In a year that has seen life turned upside down by the COVID-19 global pandemic, Kyle White made a 180-degree turn in his own life by dropping some bad habits and more than 150 pounds.
Utter the word “lockdown” and you might conjure memories of the living room couch, endless scrolling through TikTok and ordering more takeout than you’d care to admit.
Life during a pandemic started off the same way for Kyle White, a 28-year-old from Old Perlican, N.L.
But it took worldwide upheaval for White to turn his own life around.
“A little over a year ago, I stepped on the scale and I was around 430 pounds,” White said from his home in Saskatoon, noting that most scales don’t even go that high.
It was during the Tiger King era of the pandemic, he says — referring to the Netflix docuseries that swept North America last year — that he and his wife, Laura, stared into the tiger’s mouth, so to speak.
After topping 430 pounds, White realized the pair had lots of bad habits to break.
His pre-COVID weight left him with pain in his knees and back. He had high blood pressure. The weight kept piling on.
“Every day I would wake up heavier than I was the day previous,” he said. “I knew that wasn’t sustainable.”
‘It took a lot of hard work’
For White, who wears a size 15 shoe, the weight-loss journey started with baby steps. He hauled himself off the couch to walk the dog. Those early strolls turned into longer walks, with White passing the time by listening to podcasts.
By summer, White had taken up hiking.
“We started seeing results,” White recalled. “It took a lot of hard work, but once we started seeing the results we were willing to put in more work.”
White eliminated alcohol from his diet, for the most part, and now primarily drinks water. He wears a fitness tracker to keep him accountable in hitting his goal of 10,000 steps a day.
He also started looking at food differently, he said.
“Our diet is about 98 per cent free of animal products,” White said, rattling off his plant-based staples. He’s learned to cook tofu and tempeh for protein, and only eats a bit of egg when it’s in his pasta.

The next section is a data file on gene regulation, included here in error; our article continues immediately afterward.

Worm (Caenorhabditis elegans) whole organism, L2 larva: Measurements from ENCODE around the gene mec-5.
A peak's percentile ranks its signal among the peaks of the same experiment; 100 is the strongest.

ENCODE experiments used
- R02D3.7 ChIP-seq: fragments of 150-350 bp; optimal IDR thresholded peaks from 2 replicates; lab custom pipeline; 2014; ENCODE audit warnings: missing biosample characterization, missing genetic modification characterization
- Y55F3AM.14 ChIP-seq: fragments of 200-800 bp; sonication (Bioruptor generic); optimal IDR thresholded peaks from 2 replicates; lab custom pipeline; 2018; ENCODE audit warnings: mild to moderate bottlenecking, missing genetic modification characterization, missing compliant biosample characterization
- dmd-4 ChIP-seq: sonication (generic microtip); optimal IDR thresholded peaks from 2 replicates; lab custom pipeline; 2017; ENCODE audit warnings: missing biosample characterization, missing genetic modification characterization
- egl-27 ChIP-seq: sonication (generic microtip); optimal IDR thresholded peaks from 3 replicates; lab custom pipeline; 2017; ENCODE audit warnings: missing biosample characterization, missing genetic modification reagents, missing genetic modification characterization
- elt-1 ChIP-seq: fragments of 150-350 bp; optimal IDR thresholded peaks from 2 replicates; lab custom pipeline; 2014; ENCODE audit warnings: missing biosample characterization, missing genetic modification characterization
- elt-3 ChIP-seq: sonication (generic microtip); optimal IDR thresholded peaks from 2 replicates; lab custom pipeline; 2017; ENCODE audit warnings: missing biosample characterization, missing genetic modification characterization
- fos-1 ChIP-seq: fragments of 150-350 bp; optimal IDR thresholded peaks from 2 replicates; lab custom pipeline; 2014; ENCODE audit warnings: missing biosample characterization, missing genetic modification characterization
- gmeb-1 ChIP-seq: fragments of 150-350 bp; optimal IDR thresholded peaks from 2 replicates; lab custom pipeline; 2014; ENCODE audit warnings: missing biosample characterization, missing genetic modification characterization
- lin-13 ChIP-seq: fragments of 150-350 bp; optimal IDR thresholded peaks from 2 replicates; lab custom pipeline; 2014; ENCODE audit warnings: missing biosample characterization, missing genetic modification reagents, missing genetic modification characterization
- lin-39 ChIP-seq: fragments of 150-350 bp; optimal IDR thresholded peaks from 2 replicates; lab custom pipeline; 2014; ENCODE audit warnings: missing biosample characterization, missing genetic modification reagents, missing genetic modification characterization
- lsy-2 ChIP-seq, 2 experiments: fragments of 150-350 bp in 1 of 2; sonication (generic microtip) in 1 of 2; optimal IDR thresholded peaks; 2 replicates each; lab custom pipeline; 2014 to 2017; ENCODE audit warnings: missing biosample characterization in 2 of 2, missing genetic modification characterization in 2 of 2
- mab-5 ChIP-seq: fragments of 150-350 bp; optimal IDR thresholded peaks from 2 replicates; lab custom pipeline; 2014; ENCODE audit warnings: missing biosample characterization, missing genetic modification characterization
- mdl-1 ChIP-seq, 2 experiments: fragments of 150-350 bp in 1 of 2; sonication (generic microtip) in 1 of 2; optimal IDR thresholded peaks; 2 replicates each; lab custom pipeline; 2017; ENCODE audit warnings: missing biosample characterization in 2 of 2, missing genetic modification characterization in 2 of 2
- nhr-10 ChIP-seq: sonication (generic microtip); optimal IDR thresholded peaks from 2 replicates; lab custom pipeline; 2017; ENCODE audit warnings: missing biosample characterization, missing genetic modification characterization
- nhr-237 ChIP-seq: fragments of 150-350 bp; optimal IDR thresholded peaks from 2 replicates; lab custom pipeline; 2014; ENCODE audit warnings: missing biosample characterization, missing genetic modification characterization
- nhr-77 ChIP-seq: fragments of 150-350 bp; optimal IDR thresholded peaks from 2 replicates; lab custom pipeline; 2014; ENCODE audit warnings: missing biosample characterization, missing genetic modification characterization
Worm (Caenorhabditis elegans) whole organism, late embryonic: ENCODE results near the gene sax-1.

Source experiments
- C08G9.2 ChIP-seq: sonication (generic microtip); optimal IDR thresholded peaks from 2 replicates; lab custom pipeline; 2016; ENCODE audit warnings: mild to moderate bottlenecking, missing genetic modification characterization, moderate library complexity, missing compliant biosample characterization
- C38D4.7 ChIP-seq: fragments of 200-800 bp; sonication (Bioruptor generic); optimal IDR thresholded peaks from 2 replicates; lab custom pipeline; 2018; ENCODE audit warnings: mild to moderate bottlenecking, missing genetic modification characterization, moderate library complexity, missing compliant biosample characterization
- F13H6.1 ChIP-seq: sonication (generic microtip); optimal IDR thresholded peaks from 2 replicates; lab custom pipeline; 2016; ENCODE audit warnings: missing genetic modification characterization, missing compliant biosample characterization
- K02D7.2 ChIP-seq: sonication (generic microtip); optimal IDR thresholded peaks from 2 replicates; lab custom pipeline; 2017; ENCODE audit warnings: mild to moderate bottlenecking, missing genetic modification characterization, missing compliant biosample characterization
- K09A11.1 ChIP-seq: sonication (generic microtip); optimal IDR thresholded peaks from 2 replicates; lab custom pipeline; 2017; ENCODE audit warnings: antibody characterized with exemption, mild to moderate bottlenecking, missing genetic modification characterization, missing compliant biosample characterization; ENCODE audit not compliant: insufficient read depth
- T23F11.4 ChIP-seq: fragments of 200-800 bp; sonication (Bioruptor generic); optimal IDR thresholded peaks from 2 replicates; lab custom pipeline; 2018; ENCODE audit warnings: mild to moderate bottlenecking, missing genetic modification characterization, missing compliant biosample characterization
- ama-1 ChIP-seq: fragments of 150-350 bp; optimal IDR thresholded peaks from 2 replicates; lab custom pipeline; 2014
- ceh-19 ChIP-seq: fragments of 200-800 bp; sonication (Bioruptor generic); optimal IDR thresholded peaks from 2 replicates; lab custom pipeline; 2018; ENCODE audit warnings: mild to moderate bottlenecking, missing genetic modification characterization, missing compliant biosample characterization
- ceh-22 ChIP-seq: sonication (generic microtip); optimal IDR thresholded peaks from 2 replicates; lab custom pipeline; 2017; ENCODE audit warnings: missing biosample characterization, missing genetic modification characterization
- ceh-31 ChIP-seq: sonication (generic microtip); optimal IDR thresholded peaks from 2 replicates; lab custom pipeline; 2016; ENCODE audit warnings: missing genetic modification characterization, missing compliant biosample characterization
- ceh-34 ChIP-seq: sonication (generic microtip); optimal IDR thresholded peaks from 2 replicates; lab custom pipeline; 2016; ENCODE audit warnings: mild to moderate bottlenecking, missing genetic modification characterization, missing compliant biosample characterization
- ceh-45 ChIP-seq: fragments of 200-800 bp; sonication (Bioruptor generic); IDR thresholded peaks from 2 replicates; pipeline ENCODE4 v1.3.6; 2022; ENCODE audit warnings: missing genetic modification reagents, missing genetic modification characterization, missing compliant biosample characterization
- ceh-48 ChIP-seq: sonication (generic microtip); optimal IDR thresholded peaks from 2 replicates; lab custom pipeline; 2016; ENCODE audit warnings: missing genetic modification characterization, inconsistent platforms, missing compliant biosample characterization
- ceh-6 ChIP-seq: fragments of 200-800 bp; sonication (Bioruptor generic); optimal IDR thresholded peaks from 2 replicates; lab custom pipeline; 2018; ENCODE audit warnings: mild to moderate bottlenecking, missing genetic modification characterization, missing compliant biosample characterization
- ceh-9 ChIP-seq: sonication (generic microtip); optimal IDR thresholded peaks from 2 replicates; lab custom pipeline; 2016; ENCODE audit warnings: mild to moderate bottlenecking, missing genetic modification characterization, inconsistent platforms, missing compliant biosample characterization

At nearly six feet five inches, White has always been a big guy. But watching the scale creep past its limit prompted a lifestyle overhaul. When he stopped feeling challenged on the trails, he took up running — albeit tentatively, at first.
“When you’re the size that I was, and even still am, you need to be really careful about running because it is very easy to hurt an ankle or a knee,” explained White.
He started with short running bursts during his walks. He worked his way up to jogging 500 metres without a pause. Then he hit a kilometre. Then a mile.
Last fall he ran four kilometres without stopping. As the snow started to fall, and the temperatures began their yearly nosedive in Saskatoon, he kept going.
“The hardest step is showing up,” White said.
He now runs three to four times a week: a few five- to seven-kilometre runs and one long run, up to 15 kilometres.
White has his sights set on a 10-kilometre race in June and a half-marathon in September. He hopes to finish an entire marathon one day.
He hasn’t been able to visit his home province since October 2019, but when he does come back, he wants to run from Cape Spear to Cabot Tower — a 20-kilometre route that has a reputation of being one of the toughest running courses in North America.
When he does make it home, the Kyle White his family sees will be a lot smaller than the guy who came home in 2019.
“I still feel like it’s my own body, but to see the actual difference in photos that are side by side, or the pants that I used to wear, it is a bit hard to wrap my head around,” White said.
“A hug is going to feel quite different when we get to see each other again.”
To date, he’s shed more than 150 pounds — a third of his body weight in a year. His wife isn’t far behind, having dropped more than 75 pounds. They don’t plan to go back to where they were.
“It takes a lot of hard work, but the conditions that we had the past year kind of gave us the time, which was, maybe, a hidden benefit in the mess that was 2020,” he said.
“It allowed us to refocus, work on ourselves, cook better food and get outside a little bit.”